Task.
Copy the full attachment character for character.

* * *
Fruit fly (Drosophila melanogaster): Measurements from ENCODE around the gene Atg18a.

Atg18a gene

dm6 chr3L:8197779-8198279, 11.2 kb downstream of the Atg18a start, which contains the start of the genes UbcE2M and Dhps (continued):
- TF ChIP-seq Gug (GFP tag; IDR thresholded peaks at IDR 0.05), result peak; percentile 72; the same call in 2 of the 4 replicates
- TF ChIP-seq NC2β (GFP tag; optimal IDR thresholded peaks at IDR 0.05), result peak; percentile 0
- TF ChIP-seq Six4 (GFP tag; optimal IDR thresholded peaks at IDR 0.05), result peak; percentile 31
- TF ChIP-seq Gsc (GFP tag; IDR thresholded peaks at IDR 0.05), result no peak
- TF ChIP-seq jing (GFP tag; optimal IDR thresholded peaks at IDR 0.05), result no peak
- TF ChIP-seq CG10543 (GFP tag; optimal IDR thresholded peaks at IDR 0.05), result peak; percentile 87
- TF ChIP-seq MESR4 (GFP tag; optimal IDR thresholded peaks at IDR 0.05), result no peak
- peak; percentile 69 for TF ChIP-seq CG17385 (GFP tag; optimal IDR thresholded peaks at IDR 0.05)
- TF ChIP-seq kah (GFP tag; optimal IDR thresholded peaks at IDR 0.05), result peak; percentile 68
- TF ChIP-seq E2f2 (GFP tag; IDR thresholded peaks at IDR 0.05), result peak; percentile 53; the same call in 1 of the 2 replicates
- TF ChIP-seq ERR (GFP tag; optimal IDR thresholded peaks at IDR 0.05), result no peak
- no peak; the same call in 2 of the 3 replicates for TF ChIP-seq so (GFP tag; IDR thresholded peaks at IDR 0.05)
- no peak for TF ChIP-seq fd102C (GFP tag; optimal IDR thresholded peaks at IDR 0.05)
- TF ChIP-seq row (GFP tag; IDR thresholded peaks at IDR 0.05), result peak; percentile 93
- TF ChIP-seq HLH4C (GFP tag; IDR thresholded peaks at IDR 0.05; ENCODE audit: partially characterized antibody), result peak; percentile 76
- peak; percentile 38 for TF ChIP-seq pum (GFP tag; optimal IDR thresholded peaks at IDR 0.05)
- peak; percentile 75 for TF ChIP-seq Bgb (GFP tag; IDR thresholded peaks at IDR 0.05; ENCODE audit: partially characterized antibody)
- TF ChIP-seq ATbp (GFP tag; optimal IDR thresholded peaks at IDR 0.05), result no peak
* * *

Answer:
Fruit fly (Drosophila melanogaster): Measurements from ENCODE around the gene Atg18a.

Atg18a gene

dm6 chr3L:8197779-8198279, 11.2 kb downstream of the Atg18a start, which contains the start of the genes UbcE2M and Dhps (continued):
- TF ChIP-seq Gug (GFP tag; IDR thresholded peaks at IDR 0.05), result peak; percentile 72; the same call in 2 of the 4 replicates
- TF ChIP-seq NC2β (GFP tag; optimal IDR thresholded peaks at IDR 0.05), result peak; percentile 0
- TF ChIP-seq Six4 (GFP tag; optimal IDR thresholded peaks at IDR 0.05), result peak; percentile 31
- TF ChIP-seq Gsc (GFP tag; IDR thresholded peaks at IDR 0.05), result no peak
- TF ChIP-seq jing (GFP tag; optimal IDR thresholded peaks at IDR 0.05), result no peak
- TF ChIP-seq CG10543 (GFP tag; optimal IDR thresholded peaks at IDR 0.05), result peak; percentile 87
- TF ChIP-seq MESR4 (GFP tag; optimal IDR thresholded peaks at IDR 0.05), result no peak
- peak; percentile 69 for TF ChIP-seq CG17385 (GFP tag; optimal IDR thresholded peaks at IDR 0.05)
- TF ChIP-seq kah (GFP tag; optimal IDR thresholded peaks at IDR 0.05), result peak; percentile 68
- TF ChIP-seq E2f2 (GFP tag; IDR thresholded peaks at IDR 0.05), result peak; percentile 53; the same call in 1 of the 2 replicates
- TF ChIP-seq ERR (GFP tag; optimal IDR thresholded peaks at IDR 0.05), result no peak
- no peak; the same call in 2 of the 3 replicates for TF ChIP-seq so (GFP tag; IDR thresholded peaks at IDR 0.05)
- no peak for TF ChIP-seq fd102C (GFP tag; optimal IDR thresholded peaks at IDR 0.05)
- TF ChIP-seq row (GFP tag; IDR thresholded peaks at IDR 0.05), result peak; percentile 93
- TF ChIP-seq HLH4C (GFP tag; IDR thresholded peaks at IDR 0.05; ENCODE audit: partially characterized antibody), result peak; percentile 76
- peak; percentile 38 for TF ChIP-seq pum (GFP tag; optimal IDR thresholded peaks at IDR 0.05)
- peak; percentile 75 for TF ChIP-seq Bgb (GFP tag; IDR thresholded peaks at IDR 0.05; ENCODE audit: partially characterized antibody)
- TF ChIP-seq ATbp (GFP tag; optimal IDR thresholded peaks at IDR 0.05), result no peak